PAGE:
I’ve always had a great relationship with God. I’m a spiritual person. I grew up in a strict Catholic family and my grandfather is a priest. Although religion was around me my whole life I never felt it was forced upon me. It is my centring, my grounding, the soul of me. I feel I’m nothing without it. I do go to church on Sundays. If I’m in different countries, I just go to mass, kneel and give thanks.
I miss performing with the Pussycat Dolls. We were a powerful little unit and our time together was electric. There is always a possibility that we will get back together, but I am enjoying where I am right now. I’ve worked hard to be able to stand out on my own and have my name out there and not have it under the name of a band. That feels empowering.
Last year on The X Factor I sang ‘Pretty’ which [songwriter and producer] Babyface wrote for me. I didn’t want big hair and make-up – I just wanted to be stripped down and to sing.
I’m a massive fan of Andrew Lloyd Webber, he is a legend. I met him at home with [his wife] Madeleine. He asked me to sing ‘Love Never Dies’ at the Royal Variety Performance for the 25th anniversary of Phantom. He’s so humble and I love his humour, his grit, his charm.
I’d like to do more West End and Broadway. You have to be able to take a chance and do something different. I’ve just performed Rent at the Hollywood Bowl where I played Maureen, a lesbian performance artist. It was a great opportunity. That’s where I can be the most fearless. I don’t always feel that way. Confidence comes with maturity, being more accepting of yourself. But I struggle. Everyone sees themselves differently when they look in the mirror.
This year has been my most relaxed ever. I didn’t dare to relax for several years – in this business you want to stay on top, you don’t want anything to pass you by. I’m more settled. I never took vacations before, or even had a massage, but I do now.
'I wish I could spend more time with Lewis. unfortunately my shows and his races are at the same time'. Nicole and Lewis at the Men in Black 3 premiere in London
I wish I could spend more time with Lewis. Everyone thinks that I’ll be able to see more of him while I’m in London, but unfortunately my live shows and his races are at the same time. We do our best. Obviously it’s a challenge being in different countries and having demanding schedules.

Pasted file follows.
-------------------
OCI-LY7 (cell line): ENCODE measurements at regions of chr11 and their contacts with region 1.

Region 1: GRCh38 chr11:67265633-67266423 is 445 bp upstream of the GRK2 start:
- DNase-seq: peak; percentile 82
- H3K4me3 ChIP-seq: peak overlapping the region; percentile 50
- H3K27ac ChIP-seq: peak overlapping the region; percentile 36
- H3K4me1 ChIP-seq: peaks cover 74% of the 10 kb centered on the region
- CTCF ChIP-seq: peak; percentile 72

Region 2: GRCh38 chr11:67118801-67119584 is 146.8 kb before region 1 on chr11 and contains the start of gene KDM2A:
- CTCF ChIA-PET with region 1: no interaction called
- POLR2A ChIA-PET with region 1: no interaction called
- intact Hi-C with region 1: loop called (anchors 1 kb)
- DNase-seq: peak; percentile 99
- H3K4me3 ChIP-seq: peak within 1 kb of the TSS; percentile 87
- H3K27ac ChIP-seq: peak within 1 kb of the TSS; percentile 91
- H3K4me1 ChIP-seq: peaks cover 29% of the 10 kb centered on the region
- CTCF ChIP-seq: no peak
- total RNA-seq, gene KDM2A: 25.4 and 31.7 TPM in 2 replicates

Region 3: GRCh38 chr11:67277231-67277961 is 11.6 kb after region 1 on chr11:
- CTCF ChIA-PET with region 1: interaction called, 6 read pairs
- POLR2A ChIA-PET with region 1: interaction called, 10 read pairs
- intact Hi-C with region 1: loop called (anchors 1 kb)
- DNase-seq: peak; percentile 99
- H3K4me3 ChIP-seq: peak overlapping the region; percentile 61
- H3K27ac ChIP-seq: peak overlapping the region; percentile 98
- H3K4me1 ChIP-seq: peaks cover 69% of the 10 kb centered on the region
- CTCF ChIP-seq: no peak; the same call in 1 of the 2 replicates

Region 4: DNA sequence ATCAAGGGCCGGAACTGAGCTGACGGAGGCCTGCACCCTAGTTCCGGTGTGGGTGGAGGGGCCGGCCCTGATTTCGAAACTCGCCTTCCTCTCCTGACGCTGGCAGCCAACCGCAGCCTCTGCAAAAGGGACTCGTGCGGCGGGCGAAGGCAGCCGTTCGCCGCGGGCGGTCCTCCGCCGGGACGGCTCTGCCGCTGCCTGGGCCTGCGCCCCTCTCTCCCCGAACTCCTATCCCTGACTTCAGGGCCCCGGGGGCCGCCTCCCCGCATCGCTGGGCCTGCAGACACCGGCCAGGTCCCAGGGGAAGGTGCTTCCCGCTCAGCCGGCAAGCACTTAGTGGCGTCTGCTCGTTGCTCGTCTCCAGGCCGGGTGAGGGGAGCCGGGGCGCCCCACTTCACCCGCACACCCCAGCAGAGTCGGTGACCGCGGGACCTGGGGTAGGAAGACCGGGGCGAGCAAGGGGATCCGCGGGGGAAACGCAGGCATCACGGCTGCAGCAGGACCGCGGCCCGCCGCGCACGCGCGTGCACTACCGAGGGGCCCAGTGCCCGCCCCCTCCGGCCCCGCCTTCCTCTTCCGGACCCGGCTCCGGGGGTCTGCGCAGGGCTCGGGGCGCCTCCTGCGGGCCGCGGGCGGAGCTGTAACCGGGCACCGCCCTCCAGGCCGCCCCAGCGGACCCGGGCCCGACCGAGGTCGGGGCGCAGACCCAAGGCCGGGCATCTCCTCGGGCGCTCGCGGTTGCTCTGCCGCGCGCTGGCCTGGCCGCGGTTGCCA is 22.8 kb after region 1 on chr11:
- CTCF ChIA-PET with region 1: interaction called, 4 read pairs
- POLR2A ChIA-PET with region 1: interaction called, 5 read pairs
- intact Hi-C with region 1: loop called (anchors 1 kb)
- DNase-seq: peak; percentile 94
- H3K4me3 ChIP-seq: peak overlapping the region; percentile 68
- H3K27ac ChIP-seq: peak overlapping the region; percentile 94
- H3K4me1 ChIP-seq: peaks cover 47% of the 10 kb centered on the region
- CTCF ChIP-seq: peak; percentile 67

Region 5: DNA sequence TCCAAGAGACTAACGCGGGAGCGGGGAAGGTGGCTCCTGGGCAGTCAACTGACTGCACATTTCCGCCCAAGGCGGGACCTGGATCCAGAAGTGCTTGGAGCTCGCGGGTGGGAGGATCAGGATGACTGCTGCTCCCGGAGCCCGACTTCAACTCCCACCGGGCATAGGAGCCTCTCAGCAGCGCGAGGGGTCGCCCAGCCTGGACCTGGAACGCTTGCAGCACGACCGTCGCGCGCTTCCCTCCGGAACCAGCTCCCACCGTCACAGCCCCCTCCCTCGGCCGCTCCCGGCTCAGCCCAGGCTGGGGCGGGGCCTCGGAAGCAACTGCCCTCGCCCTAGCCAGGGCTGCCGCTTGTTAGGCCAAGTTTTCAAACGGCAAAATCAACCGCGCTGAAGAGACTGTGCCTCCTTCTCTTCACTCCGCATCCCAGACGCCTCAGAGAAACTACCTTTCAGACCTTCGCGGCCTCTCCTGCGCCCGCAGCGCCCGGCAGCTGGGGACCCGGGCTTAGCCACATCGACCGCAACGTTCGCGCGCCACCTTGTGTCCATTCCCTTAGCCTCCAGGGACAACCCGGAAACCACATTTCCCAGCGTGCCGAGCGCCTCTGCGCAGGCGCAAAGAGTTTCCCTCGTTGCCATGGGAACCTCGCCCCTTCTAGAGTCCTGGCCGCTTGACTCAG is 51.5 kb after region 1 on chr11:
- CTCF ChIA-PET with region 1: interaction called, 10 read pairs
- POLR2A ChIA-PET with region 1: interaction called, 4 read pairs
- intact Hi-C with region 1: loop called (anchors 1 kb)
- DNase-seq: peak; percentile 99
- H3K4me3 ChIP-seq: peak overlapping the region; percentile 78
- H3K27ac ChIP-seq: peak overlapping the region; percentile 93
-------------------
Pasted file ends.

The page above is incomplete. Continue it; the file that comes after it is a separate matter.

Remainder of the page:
My gift on The X Factor is to remain positive. I can find the good in everyone. I think that’s why they keep me on. If someone isn’t particularly good I can break it to them gingerly. I’m very creative with being positive, even if I’m struggling with someone who isn’t gifted. People at home might be thinking they don’t stand a chance in heck, and that’s what Simon is thinking, and he tells it to them like it is. But it’s their dream and they don’t know any better, so it’s nice to break it to them lightly.
I love London, although I’m spoiled by the California weather. I am excited by a new adventure. I’ve never been able to be a tourist as I’m always working. I’d like to have more time to
walk around and see the culture and the history. I want to explore, hide under a cap and walk around. London is my second home. I wear more clothes in London because it’s colder, but in many ways you have to keep it chic and be a little more daring.
I definitely want to do another film if the right opportunity comes up. In five years I would like to have done a world tour and started a family. Hopefully I’ll also be married and have a film and a couple of big albums under my belt.
The X Factor airs tonight on ITV1; The Xtra Factor follows on ITV2